After the turn of the century, Walcott moved his field work northward along the spine of the Rocky Mountains, focusing first in the Lewis Range of northwestern Montana, from which he reported diverse stromatolitelike structures (Walcott, 1906) and, later, chains of minute cell-like bodies he identified as fossil bacteria (Walcott, 1915). His studies in the Canadian Rockies, from 1907 to 1925, were even more rewarding, resulting in discovery of an amazingly well-preserved assemblage of Cambrian algae and marine invertebrates—the famous Burgess Shale Fauna that to this day remains among the finest and most complete samples of Cambrian life known to science (Walcott, 1911; Gould, 1989).
Walcott's contributions are legendary—he was the first discoverer in Precambrian rocks of Cryptozoon stromatolites, of cellularly preserved algal plankton (Chuaria), and of possible fossil bacteria, all capped by his pioneering investigations of the benchmark Burgess Shale fossils. The acknowledged founder of Precambrian paleobiology (Schopf, 1970), Walcott was first to show, nearly a century ago and contrary to accepted wisdom, that a substantial fossil record of Precambrian life actually exists.
The rising tide in the development of the field brought on by Walcott 's discoveries was not yet ready to give way to a flood. Precambrian fossils continued to be regarded as suspect, a view no doubt bolstered by Dawson's Eozoon debacle but justified almost as easily by the scrappy nature of the available evidence. Foremost among the critics was Albert Charles Seward (1863–1941), Professor of Botany at the University of Cambridge and the most widely known and influential paleobotanist of his generation. Because practically all claimed Precambrian fossils fell within the purview of paleobotany—whether supposed to be algal, like Cryptozoon stromatolites, or even bacterial—Seward's opinion had special impact.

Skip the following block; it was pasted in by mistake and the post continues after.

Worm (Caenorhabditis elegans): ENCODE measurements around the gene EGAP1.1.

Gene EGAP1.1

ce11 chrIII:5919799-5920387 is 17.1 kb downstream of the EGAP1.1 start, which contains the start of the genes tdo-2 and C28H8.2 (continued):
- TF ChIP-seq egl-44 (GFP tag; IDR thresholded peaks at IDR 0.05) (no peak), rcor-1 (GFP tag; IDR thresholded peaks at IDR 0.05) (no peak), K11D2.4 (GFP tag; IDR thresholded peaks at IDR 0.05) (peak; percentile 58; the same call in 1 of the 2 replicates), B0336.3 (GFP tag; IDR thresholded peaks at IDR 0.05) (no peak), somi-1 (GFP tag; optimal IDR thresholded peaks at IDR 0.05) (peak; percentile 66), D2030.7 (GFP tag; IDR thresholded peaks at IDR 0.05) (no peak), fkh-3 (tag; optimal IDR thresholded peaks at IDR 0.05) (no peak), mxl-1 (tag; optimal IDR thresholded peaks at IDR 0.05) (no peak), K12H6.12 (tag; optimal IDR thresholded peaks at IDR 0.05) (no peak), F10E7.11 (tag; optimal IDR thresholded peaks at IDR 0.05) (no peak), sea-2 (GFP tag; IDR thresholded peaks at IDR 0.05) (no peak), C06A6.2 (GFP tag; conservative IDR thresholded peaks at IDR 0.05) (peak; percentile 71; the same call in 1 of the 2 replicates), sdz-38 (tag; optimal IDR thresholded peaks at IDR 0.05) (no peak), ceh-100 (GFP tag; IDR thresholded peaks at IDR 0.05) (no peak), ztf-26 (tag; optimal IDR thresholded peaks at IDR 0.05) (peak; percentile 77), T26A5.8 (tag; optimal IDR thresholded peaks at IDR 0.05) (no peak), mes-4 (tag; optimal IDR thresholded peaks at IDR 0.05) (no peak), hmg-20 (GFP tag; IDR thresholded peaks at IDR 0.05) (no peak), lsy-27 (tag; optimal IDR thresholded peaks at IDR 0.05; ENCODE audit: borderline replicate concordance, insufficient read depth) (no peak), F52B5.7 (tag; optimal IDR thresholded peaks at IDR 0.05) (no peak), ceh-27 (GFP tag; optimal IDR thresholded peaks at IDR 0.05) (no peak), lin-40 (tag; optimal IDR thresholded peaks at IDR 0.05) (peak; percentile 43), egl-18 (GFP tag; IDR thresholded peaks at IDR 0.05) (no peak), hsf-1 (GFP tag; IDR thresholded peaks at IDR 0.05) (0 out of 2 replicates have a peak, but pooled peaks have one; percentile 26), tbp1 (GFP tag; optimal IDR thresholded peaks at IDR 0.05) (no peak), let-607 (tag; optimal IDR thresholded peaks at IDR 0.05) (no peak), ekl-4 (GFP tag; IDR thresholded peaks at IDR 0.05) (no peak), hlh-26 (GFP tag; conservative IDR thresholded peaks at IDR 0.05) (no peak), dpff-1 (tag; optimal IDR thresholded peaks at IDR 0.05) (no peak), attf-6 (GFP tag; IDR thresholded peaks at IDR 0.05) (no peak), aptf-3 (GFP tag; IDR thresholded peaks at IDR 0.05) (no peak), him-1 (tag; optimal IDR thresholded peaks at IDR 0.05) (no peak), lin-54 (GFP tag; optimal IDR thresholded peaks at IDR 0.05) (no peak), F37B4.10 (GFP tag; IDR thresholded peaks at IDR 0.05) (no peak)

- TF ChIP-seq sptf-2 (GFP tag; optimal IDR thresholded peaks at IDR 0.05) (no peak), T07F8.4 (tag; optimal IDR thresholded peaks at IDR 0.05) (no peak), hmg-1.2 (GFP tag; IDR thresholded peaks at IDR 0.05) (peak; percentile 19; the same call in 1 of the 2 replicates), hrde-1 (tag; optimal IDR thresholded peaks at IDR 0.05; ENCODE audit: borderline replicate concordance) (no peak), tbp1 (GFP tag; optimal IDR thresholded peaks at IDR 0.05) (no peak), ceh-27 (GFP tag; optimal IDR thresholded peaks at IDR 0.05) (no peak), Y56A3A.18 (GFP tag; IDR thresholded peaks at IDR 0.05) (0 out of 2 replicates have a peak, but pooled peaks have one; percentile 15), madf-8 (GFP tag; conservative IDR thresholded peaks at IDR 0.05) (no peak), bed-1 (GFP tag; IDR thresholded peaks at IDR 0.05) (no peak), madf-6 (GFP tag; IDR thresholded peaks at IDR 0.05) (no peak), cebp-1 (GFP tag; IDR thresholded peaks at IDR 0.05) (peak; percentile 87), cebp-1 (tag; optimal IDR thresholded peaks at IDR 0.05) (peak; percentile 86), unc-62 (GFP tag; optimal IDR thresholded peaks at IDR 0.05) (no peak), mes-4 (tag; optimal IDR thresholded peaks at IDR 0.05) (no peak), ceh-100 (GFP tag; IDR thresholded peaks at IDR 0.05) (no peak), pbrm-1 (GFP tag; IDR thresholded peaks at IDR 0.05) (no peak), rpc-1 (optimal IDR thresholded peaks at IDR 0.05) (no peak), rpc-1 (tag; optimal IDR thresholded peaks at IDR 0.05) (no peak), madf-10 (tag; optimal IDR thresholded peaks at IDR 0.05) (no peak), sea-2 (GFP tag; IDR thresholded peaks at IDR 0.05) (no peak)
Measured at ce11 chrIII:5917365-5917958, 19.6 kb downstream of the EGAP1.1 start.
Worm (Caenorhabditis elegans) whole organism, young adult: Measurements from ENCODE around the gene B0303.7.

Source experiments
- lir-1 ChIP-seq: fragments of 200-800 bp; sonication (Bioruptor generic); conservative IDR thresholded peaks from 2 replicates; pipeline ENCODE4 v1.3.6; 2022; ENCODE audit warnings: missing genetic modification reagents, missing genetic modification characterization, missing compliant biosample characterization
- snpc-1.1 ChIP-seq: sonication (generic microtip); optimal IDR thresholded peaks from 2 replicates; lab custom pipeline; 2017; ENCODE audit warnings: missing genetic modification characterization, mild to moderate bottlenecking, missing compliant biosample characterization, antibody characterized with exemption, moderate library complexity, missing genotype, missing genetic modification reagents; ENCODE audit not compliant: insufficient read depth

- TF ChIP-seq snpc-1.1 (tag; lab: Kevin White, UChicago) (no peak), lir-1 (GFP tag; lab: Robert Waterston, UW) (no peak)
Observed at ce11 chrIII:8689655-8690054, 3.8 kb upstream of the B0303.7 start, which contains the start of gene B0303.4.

In 1931, in Plant Life Through the Ages, the paleobotanical text used worldwide, Seward assessed the “algal” (that is, cyanobacterial) origin of Cryptozoon as follows: “The general belief among American geologists and several European authors in the organic origin of Cryptozoon is . . . not justified by the facts. [Cyanobacteria] or similar primitive algae may have flourished in Pre-Cambrian seas and inland lakes; but to regard these hypothetical plants as the creators of reefs of Cryptozoon and allied structures is to make a demand upon imagination inconsistent with Wordsworth's definition of that quality as ‘reason in its most exalted mood' ” (Seward, 1931, pp. 86–87).
Seward was even more categorical in his rejection of Walcott's report of fossil bacteria: “It is claimed that sections of a Pre-Cambrian limestone